Getting a new kitten is a lot of fun, but not every member of your family may be as excited as you are.

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Kittens are just plain fun to have around. Their playful personalities and hilarious antics will keep you entertained for hours. But if you already have a feline family member in residence, you should introduce them to one another slowly and carefully to ensure they get along peacefully for the rest of their lives. Follow these simple steps to introduce a kitten to an established cat.

8 Expert Tips to Help You Introduce a New Kitten to Your Cat

1. Consider your cats' personalities.

Before adding a new kitten to your home consider your current cat's personality, age, and attitude. If your cat is in the prime of her life and has a bold, outgoing personality, she may enjoy having a fascinating new roommate to watch and play with. On the other hand, if your cat is getting up in years or has a reclusive attitude, adding a new kitten may just make the poor thing anxious and stressed. Most cats will accept a new kitten over time, but if you know your cat will be miserable, you might want to hold off on adopting a new kitten.

2. Introduce by scent first.

Start the introduction by giving your cat something that smells like the kitten, advises Zazie Todd, PhD, social psychologist, founder of the popular blog Companion Animal Psychology and author of "Wag: The Science of Making Your Dog Happy." "Show the cat something from the kitten's bedding," she says. "Then make sure to treat your cat." Todd says that food as a positive association can help build the bond.

Illustration of big white cat meeting a small brown cat
Credit: Emma Darvick

3. Provide the cats separate space at first.

Keep your new kitten in a separate room from your resident cat. That way, they can begin getting used to each other's scent without having to confront each other face-to-face. Then after a few days, put the kitten in a carrier or a room with a screen door so they can see and smell each other from a safe space. Don't worry if your older cat hisses and yowls and runs away (some cats can be drama queens). Eventually curiosity will win out and your cat will slowly approach the kitten again.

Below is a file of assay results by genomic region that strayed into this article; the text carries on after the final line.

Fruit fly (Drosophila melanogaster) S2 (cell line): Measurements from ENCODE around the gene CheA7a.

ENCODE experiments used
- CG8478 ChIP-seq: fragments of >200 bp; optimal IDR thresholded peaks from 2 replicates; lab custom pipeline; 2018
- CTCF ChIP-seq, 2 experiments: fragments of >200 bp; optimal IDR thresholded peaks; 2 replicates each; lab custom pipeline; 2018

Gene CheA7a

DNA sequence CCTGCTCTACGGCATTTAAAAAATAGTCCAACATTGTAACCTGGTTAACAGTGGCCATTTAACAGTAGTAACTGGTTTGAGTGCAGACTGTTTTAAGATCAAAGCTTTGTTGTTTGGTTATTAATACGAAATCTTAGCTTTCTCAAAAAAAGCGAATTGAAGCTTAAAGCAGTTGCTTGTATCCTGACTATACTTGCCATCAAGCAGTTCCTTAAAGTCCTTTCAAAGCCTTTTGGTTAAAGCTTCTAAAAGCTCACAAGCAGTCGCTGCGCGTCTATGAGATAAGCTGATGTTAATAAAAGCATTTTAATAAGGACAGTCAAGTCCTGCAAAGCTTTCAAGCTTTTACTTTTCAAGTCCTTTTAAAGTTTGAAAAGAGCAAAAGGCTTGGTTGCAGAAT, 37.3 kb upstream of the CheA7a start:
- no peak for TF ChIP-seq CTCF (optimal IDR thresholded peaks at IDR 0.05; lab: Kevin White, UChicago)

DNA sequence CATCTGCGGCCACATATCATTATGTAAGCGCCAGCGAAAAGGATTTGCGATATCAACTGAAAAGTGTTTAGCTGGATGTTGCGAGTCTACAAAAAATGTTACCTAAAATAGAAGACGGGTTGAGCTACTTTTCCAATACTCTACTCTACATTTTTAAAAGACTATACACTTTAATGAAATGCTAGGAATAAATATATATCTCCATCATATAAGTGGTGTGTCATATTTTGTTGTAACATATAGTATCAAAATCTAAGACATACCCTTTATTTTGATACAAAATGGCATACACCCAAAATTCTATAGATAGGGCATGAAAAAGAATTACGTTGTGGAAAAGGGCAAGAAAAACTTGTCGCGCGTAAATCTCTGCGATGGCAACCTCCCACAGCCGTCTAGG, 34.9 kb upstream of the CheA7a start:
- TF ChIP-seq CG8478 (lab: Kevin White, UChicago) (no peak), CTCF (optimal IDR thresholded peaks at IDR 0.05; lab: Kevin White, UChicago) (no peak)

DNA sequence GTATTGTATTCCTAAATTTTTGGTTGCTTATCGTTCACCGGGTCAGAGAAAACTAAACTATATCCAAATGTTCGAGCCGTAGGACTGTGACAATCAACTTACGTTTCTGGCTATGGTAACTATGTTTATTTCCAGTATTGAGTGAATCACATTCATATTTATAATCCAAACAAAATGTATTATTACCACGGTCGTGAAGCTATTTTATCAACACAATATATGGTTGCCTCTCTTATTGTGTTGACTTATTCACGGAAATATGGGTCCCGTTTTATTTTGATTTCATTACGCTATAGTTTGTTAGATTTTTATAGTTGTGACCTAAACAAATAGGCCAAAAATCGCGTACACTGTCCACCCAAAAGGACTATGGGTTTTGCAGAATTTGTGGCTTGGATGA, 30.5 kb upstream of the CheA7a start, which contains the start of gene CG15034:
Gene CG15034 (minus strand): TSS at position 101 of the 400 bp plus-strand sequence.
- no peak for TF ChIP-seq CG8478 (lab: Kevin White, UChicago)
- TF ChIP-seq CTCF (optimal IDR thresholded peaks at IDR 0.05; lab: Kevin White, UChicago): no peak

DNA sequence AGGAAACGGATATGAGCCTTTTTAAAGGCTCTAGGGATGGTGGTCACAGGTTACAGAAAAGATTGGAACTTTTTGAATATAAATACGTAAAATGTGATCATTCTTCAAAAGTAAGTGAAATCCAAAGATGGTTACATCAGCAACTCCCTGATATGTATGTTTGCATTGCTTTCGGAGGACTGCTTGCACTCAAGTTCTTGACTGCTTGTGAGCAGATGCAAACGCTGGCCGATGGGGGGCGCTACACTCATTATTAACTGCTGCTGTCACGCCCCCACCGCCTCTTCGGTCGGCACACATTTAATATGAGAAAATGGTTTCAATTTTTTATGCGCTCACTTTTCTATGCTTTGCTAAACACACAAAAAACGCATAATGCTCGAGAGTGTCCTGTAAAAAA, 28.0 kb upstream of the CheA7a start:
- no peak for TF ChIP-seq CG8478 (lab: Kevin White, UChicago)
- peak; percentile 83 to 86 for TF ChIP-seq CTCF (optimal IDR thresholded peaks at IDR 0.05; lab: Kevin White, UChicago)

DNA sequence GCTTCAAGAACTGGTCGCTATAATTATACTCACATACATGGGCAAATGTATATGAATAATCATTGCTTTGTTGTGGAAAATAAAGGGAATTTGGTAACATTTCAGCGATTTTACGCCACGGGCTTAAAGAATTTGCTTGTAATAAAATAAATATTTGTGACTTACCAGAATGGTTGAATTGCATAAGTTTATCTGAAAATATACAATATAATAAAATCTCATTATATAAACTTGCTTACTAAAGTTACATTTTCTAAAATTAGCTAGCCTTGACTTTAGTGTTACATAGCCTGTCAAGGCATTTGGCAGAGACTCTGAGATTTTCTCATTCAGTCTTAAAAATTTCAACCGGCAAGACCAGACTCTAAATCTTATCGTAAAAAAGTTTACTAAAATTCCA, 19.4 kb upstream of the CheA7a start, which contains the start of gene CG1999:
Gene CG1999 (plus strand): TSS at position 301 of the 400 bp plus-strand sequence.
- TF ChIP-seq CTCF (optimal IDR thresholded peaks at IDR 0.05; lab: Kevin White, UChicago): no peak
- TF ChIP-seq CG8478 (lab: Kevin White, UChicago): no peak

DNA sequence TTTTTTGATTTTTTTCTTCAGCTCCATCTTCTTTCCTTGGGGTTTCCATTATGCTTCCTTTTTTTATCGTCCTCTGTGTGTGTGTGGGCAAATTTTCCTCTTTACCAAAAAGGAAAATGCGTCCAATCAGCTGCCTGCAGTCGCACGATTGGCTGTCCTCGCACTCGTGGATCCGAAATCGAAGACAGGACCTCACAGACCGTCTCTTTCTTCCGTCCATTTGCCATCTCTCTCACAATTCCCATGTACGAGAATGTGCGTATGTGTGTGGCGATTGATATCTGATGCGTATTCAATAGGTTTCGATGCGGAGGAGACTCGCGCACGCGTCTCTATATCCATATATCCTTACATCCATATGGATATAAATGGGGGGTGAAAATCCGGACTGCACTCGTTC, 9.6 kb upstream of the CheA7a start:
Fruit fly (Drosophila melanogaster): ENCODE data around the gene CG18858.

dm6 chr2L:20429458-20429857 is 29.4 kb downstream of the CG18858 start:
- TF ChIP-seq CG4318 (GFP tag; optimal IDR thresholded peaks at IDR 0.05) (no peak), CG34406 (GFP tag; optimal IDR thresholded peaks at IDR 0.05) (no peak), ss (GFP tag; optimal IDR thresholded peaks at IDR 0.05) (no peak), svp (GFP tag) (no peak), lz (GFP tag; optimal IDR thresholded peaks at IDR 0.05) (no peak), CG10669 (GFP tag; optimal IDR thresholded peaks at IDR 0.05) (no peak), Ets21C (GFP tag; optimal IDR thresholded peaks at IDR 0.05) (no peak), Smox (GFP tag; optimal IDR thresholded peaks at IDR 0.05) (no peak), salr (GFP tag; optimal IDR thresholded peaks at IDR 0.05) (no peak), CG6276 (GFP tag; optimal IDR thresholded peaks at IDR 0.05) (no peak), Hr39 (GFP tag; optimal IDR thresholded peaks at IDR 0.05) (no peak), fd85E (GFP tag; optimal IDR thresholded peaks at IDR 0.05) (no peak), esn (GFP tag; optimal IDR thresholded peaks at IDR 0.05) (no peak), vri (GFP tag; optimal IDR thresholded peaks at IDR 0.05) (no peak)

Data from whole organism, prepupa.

4. Infuse calming influences.

During the introduction phase, you can smooth the waters by using a pheromone spray to calm both cats. "There is evidence that pheromones do work to help cats get along," Todd says. She recommends the Feliway Multicat diffuser, which calms cats.

5. Be patient.

Never rush an introduction of your kitten to your cat. Cats are creatures of habit and may resent the intrusion of a young feline, but over time things will generally work out. It's up to you to stay calm and positive and never try to force the animals together before they're ready.

6. Feed your kitten at the same time.

Try feeding your felines at the same time from each side of the screen or kitten carrier. This way, your older cat will begin to associate the new kitten with a pleasant experience.

7. Give your kitten her own litter box.

Always provide your new kitten his own litter box and food and water bowls away from where your current cat dines and does her business. Todd says that kittens and cats should have their own everything. If each animal has their own dining and bathroom facilities, there's less chance of disputes.

8. Know when to play referee.

Once you feel your cat has become used to the kitten's presence, you can introduce them in the same room. Just be ready to referee any potential disputes. But most of the time, the resident cat will either hiss and stalk off or greet the kitten with a quick sniff and then just ignore its existence. Remember, though, that kittens can be pretty clueless and may keep trying to play with and even jump onto the older cat. If this happens, redirect the kitten with a treat or toy and positive encouragement.